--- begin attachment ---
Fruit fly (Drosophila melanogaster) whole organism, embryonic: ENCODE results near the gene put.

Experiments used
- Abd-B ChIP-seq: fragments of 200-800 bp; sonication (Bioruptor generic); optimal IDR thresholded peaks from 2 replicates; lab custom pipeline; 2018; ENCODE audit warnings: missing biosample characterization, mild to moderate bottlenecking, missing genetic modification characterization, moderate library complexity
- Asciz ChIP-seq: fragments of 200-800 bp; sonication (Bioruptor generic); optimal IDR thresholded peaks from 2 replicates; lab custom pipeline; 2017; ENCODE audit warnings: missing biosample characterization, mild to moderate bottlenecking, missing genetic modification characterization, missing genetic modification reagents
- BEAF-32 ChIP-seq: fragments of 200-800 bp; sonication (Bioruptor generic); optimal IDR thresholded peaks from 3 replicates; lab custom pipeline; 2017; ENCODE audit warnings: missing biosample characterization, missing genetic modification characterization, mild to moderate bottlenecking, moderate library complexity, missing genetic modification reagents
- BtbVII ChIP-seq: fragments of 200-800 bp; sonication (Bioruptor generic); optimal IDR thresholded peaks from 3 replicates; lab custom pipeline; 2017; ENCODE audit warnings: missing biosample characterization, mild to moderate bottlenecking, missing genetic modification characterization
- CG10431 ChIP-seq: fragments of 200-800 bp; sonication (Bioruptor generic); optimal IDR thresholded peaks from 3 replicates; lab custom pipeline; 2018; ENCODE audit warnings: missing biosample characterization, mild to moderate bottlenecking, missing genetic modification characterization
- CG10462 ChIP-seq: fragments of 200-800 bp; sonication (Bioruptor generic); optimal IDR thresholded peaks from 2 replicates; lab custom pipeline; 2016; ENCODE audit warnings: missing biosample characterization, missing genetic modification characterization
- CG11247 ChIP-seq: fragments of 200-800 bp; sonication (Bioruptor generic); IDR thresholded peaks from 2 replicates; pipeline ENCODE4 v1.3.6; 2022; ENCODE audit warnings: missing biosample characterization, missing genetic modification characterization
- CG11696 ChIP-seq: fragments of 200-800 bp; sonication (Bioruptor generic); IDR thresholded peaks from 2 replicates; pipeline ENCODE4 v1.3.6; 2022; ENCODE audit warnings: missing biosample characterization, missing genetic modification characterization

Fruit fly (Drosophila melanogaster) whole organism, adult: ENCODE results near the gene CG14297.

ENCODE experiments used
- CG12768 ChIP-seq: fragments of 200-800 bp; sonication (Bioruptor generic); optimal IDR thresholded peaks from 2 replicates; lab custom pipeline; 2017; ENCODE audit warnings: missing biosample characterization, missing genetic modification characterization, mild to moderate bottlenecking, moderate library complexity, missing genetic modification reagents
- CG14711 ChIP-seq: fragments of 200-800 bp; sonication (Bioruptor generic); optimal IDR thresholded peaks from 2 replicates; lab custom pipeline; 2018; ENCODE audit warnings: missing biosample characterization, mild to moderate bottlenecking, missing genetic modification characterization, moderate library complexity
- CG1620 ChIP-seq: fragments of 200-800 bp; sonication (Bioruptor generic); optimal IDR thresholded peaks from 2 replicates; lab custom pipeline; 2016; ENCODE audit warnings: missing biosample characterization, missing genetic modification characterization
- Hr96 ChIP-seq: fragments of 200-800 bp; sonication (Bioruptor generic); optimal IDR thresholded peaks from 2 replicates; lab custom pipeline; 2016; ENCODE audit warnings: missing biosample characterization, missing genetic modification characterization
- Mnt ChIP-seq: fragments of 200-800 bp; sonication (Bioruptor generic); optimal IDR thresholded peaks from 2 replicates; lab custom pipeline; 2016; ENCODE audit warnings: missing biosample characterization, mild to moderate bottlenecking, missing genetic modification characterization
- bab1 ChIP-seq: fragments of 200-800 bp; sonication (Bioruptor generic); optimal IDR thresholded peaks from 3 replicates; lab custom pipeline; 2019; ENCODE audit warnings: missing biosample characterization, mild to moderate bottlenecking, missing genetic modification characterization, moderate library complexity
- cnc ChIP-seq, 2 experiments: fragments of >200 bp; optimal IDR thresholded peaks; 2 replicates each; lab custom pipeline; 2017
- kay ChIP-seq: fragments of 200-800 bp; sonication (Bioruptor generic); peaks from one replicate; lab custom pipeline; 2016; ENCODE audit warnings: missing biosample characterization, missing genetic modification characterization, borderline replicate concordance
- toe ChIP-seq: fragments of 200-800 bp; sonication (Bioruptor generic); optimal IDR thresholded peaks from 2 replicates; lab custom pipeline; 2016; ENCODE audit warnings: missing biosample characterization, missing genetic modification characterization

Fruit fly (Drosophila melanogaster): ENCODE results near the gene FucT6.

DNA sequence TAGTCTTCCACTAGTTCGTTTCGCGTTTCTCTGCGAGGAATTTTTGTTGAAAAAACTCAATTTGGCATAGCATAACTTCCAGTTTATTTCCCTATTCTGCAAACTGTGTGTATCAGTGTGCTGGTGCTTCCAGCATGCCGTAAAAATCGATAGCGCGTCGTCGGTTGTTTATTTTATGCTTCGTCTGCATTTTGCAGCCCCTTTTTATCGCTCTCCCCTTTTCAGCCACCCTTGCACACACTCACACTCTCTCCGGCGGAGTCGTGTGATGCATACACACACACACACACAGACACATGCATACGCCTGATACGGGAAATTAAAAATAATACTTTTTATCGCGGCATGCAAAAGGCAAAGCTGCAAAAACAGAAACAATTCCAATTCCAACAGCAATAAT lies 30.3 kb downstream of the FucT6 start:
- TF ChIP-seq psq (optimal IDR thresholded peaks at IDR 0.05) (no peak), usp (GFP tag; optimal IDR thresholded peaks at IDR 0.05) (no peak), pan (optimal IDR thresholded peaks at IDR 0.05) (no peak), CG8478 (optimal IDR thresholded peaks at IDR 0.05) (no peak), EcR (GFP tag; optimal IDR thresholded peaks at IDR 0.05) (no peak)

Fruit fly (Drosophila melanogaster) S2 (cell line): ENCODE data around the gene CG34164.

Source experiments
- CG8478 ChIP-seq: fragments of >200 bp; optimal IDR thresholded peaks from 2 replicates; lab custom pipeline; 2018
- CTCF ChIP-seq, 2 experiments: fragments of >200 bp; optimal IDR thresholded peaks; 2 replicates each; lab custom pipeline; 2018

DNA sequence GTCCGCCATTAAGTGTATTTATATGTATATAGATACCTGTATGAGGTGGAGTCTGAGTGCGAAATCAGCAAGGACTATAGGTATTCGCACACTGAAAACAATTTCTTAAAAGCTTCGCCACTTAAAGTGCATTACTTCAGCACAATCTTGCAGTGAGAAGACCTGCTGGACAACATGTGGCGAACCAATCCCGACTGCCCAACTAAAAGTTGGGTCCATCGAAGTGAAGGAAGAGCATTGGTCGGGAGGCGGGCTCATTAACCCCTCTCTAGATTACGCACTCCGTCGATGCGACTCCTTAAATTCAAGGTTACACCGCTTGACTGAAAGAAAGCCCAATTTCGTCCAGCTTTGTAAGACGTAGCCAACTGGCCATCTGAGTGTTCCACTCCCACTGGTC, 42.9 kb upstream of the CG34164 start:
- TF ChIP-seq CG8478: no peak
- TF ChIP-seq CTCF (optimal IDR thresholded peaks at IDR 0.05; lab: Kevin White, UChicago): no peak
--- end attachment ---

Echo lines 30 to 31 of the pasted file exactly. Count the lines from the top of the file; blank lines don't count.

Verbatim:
- TF ChIP-seq CG8478: no peak
- TF ChIP-seq CTCF (optimal IDR thresholded peaks at IDR 0.05; lab: Kevin White, UChicago): no peak